What will you tell the kind, grandmotherly babysitter who tells you, “Oh, don’t worry. Some kids are just late-to-talk. She’ll catch up. Maybe you aren’t reading and singing to her enough? Do you go to mommy-and-me classes so she can interact with other kids?”
How will you know what your child wants when he just stands and points to the top of the shelf at the many items it could be? You ask, “Do you want the blocks? No. Do you want the farm book? Oh, I know you want your car!” But, instead he breaks down in tears and walks away.
How does your heart break when you overhear her peers say, “Julia can’t talk. Let’s not ask her to play with us.”
What’s a parent to do?
Love and accept your child for who he is. Of course you didn’t ask for your child to have CAS. Neither did your child. Focus on finding the resources your child needs the most-a qualified SLP.
Talk to your child. Speak with her as though you expect an answer. Just because she can’t speak back in a way you understand, she understands you. Make your communication with her matter.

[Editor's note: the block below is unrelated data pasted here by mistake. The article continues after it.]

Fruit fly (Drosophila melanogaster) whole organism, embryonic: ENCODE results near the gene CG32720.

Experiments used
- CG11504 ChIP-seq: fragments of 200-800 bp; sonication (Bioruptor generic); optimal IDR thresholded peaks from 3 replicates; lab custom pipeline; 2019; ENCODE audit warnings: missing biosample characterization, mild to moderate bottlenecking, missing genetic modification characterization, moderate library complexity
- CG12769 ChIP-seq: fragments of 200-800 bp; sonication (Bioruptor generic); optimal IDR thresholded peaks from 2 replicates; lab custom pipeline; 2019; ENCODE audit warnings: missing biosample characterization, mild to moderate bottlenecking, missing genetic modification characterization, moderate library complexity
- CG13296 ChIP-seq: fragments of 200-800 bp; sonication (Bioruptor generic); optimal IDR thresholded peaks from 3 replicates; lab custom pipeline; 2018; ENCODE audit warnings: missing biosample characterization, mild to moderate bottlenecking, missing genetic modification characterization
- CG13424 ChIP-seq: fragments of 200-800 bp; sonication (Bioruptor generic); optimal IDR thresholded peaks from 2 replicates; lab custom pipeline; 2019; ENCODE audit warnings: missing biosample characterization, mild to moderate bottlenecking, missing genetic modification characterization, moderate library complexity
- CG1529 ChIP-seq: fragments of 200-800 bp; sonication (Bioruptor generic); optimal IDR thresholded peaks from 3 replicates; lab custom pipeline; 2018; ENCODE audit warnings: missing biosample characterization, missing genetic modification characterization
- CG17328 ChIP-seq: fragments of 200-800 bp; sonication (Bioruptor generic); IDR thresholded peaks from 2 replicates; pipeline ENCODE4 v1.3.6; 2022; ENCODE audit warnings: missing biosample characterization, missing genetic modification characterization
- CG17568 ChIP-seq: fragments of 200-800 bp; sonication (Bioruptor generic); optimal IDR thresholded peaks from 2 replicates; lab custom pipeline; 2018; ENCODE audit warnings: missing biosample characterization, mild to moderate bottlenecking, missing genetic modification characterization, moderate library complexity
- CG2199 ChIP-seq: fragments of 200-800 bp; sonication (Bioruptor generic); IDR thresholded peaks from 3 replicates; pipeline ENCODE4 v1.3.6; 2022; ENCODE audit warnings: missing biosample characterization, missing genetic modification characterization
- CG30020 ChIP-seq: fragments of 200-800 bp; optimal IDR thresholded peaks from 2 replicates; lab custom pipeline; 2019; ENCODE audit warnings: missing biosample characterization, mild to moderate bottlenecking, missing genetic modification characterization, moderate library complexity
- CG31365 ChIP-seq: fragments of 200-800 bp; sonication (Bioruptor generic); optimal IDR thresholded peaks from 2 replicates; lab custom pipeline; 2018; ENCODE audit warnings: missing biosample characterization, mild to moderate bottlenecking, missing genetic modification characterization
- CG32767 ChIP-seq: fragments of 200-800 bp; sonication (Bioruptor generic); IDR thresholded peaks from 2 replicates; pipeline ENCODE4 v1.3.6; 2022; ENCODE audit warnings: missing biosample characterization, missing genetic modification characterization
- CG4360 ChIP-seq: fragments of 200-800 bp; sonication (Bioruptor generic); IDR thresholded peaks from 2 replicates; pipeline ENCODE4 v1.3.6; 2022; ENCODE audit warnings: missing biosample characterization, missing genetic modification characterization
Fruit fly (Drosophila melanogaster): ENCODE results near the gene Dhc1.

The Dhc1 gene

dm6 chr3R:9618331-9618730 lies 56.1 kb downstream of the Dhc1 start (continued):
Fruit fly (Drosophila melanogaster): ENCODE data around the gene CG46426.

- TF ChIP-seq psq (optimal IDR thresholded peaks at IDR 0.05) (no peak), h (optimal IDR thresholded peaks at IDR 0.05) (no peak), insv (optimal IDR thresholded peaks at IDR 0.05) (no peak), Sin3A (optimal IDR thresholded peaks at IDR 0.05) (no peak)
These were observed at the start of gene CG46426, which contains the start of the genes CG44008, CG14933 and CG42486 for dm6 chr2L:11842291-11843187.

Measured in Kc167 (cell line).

Provide opportunities for your child to absorb speech and language. Read to him, study the illustrations; illuminate the details. Point out everything you can about the environment. “Look at the birds. Do you see the blue birds? Beautiful blue birds. Can you say bird?”
Be patient with your child. Having a child with CAS takes time to remediate. It’s not over in a matter of a couple of speech therapy sessions. It can take years to get your child speaking at developmentally-appropriate levels. Talk with your SLP about ways to monitor progress. It’s all about baby steps.
Be patient with yourself. Take a deep breath or a give yourself a time-out when you find yourself losing patience. Allow yourself to do other things besides parent a child with CAS. It’s important for your mental health.